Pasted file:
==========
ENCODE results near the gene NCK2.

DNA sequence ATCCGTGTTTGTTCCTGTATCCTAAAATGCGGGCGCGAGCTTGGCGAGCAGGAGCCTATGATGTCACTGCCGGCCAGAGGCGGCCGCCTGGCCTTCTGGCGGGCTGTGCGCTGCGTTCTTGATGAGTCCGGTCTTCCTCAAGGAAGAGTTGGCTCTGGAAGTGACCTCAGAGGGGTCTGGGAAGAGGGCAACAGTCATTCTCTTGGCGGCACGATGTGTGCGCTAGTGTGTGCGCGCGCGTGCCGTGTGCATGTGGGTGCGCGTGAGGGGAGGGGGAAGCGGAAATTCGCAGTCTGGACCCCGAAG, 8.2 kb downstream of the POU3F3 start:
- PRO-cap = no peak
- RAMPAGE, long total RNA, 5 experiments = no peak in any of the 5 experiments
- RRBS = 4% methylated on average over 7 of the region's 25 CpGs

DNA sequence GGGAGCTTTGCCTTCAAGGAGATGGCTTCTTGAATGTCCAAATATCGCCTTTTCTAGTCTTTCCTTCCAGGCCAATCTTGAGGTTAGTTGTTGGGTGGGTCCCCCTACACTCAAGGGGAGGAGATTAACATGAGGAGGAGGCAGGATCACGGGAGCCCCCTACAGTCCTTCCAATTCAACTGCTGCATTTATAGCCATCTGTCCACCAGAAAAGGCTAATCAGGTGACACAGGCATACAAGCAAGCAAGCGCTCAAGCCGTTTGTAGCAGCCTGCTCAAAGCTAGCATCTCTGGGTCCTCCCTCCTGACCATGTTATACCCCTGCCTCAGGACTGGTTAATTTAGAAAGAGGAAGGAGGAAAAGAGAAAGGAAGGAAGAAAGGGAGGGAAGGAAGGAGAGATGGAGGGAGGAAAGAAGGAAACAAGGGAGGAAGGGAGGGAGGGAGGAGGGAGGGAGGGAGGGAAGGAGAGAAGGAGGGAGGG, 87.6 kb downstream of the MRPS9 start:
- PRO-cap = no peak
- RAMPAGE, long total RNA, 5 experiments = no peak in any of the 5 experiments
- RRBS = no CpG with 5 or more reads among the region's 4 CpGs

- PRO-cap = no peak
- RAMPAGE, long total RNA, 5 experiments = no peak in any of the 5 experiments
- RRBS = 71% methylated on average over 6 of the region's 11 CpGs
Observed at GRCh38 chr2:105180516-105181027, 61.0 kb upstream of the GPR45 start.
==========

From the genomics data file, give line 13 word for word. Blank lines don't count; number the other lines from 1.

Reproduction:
Observed at GRCh38 chr2:105180516-105181027, 61.0 kb upstream of the GPR45 start.